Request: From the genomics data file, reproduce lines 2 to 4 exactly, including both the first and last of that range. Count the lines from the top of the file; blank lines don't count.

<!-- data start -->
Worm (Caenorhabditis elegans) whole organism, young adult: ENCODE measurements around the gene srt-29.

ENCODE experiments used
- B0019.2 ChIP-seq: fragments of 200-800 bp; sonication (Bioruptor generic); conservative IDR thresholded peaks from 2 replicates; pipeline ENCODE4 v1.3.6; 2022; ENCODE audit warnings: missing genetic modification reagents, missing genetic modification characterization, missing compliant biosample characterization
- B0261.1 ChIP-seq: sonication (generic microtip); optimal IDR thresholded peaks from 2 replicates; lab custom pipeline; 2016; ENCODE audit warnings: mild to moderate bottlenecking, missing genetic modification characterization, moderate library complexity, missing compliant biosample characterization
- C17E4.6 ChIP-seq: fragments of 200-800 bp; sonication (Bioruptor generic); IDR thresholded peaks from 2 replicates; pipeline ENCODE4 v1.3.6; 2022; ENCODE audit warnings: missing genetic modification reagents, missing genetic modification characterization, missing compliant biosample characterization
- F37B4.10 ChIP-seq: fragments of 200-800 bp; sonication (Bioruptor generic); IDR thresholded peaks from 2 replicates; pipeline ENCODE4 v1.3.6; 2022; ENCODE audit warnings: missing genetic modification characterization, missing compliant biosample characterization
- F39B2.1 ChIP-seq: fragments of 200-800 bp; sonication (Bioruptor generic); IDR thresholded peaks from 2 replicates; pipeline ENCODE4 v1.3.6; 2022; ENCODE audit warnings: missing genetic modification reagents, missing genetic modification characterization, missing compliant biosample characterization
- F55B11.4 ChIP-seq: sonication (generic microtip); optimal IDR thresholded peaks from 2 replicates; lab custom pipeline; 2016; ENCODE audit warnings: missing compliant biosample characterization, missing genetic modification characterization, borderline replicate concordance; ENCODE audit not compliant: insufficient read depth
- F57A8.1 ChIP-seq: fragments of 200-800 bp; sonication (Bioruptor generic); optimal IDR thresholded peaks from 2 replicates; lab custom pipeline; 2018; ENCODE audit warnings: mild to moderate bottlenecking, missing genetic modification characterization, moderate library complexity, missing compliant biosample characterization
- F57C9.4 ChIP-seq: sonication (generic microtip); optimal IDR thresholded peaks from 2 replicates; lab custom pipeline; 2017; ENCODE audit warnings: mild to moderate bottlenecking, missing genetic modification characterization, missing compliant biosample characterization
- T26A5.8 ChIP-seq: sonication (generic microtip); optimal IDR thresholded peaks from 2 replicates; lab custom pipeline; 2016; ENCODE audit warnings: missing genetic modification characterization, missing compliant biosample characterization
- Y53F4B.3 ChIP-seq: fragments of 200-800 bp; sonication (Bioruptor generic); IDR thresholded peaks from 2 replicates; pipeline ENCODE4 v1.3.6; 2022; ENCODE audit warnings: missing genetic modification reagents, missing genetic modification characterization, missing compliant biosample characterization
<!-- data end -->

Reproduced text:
ENCODE experiments used
- B0019.2 ChIP-seq: fragments of 200-800 bp; sonication (Bioruptor generic); conservative IDR thresholded peaks from 2 replicates; pipeline ENCODE4 v1.3.6; 2022; ENCODE audit warnings: missing genetic modification reagents, missing genetic modification characterization, missing compliant biosample characterization
- B0261.1 ChIP-seq: sonication (generic microtip); optimal IDR thresholded peaks from 2 replicates; lab custom pipeline; 2016; ENCODE audit warnings: mild to moderate bottlenecking, missing genetic modification characterization, moderate library complexity, missing compliant biosample characterization